Ceramides – Healthy Skin and Hair

I have been researching ceramides and how they help damaged hair and skin. I looked at patents by various companies, tried to read professional articles and gleaned some information from them all on what to use that is naturally in oils and plants.

Research by commercial hair companies found that damaged hair lacked ceramide. Hair that is naturally curly, wavy or has thin follicles has less ceramide in it also, so the odds are stacked against people with these hair types autmomatically. The hair follicle cuticles on all hair become damaged or more damaged as it grows out from the enviroment, sun damage, wind damage, any heat processing such as curling irons and blowdrying, chemical processes such as permanents, relaxing and coloring also damage your hair. Add in styling products which can dry some hair types from long term use and leave a buildup on our hair and those little cuticles starts suffering even more and stand up at attention trying to tell you that you need to do something to help them.

Photo of healthy hair shaft vs. damaged hair shaft.
Healthy hair cuticles and damaged hair cuticles.

Closed cuticles or cuticles that lay down on the outer hair shaft equals shine, elasticity, easier to manage hair that doesn’t break as easily. Ceramides and protein are what hold the cuticles down. Now of course it is best to eat well and give our hair and skin support from the inside. You can also get ceramides to take in pill form also, to help from the inside out.

Aloe Vera juice helps hair cuticles lay down as does apple cider vinegar. These can be used diluted in cool water (hot water raises the cuticles) in an after wash rinse of the hair.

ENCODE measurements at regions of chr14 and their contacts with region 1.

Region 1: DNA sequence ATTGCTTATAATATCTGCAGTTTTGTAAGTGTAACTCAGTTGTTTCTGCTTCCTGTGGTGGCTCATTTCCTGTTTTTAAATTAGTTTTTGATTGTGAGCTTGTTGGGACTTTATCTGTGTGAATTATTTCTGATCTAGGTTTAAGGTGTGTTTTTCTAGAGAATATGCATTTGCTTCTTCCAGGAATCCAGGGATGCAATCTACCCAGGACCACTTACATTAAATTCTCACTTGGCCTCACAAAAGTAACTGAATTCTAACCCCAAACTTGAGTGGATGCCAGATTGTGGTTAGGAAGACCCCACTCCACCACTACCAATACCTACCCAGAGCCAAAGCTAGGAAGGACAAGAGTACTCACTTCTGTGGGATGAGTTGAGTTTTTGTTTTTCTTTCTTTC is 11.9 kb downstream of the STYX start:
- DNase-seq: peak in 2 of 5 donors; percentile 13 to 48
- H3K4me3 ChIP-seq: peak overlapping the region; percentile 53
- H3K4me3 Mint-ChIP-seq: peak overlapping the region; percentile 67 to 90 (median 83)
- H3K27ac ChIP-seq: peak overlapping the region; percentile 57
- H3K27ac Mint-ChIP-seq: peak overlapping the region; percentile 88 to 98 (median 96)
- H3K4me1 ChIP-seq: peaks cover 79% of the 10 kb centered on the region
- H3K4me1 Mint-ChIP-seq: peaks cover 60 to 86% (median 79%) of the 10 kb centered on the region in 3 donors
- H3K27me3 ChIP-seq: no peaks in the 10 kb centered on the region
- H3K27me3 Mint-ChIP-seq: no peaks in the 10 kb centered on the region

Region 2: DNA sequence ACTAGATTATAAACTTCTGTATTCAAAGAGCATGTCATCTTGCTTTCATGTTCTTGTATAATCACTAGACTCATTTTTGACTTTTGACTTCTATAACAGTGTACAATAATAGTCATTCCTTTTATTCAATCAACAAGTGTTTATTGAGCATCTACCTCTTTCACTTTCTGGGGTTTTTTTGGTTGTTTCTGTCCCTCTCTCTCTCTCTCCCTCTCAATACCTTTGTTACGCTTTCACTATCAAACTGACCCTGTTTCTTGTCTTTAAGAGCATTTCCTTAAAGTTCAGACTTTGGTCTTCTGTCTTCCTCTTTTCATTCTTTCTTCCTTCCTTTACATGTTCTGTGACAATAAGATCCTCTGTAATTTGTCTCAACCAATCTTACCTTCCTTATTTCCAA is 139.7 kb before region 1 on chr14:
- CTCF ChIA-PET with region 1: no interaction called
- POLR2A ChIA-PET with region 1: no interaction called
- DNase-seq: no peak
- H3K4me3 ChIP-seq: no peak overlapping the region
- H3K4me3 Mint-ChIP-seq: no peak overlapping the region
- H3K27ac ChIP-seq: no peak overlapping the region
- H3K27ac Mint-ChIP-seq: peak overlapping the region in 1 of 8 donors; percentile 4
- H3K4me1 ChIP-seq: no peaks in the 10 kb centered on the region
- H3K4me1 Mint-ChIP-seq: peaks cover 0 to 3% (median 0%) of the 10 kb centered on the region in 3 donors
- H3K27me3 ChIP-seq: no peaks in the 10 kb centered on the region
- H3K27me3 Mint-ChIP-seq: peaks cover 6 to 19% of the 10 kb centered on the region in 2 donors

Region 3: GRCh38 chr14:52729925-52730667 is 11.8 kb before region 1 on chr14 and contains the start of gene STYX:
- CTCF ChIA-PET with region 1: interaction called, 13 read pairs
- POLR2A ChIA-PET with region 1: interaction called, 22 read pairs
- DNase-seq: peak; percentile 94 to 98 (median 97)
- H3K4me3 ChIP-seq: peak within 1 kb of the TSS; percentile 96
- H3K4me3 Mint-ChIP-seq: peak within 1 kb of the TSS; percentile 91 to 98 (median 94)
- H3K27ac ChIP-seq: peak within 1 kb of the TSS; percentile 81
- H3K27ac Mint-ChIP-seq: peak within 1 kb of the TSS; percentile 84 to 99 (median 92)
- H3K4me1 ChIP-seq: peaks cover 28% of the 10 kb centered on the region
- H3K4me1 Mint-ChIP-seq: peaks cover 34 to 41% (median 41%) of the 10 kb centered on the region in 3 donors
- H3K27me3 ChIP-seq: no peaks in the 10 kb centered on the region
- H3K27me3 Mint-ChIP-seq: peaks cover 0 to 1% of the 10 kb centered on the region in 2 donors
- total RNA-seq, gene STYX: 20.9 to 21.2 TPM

Here is a list of the oils with the highest amount of ceramide (at the top) in them:
Safflower oil 78%
Grape seed oil 73%
Poppyseed oil 70%
Sunflower oil 68%
Hemp oil 60%
Corn oil 59%
Wheat germ oil 55% – also contains protein which is important
Cottonseed oil 54%
Soybean oil 51%
Walnut oil 51%
Sesame oil 45%
Rice bran oil 39%
Pistachio oil 32.7%
Peanut oil 32% [17]
Canola oil 21%
Egg yolk 16%
Linseed oil 15%
Lard 10%
Olive oil 10%
Palm oil 10%
Cocoa butter 3%
Macadamia oil 2%
Butter 2%

So today I hope to make a hair conditioner that knocks your hair cuticles closed. Grapeseed oil, Sunflower oil, Hemp seed oil and Wheatgerm oil are my choices. Aloe Vera juice is a must. I will also be adding some other goodies listed below.

Other things that help with ceramide production.
Niacinamide USP or Vitamin B3 stimulates collagen synthesis and the production of ceramide in hair and skin and why so many commercial brand hair products now contain Niacinamide.

Ascorbic acid (Vitamin C) also stimulates collagen and ceramide production in hair and skin but is unstable in its base form as it starts to oxidise the minute it hits water. We use Ascorbyl Palminate Powder (derived from palm oil) which is stable because it is oil based so it does not break down like L Ascorbic Acid powders do.

Botanicals that are listed in patents that help stimulate ceramide production when applied to the skin:
NOTE: I have not fully researched these as of yet.
Eucalyptus and ceramide production

Off to the my favorite part of the Hamp Hill to start the measuring, melting, and heating of ingredients!

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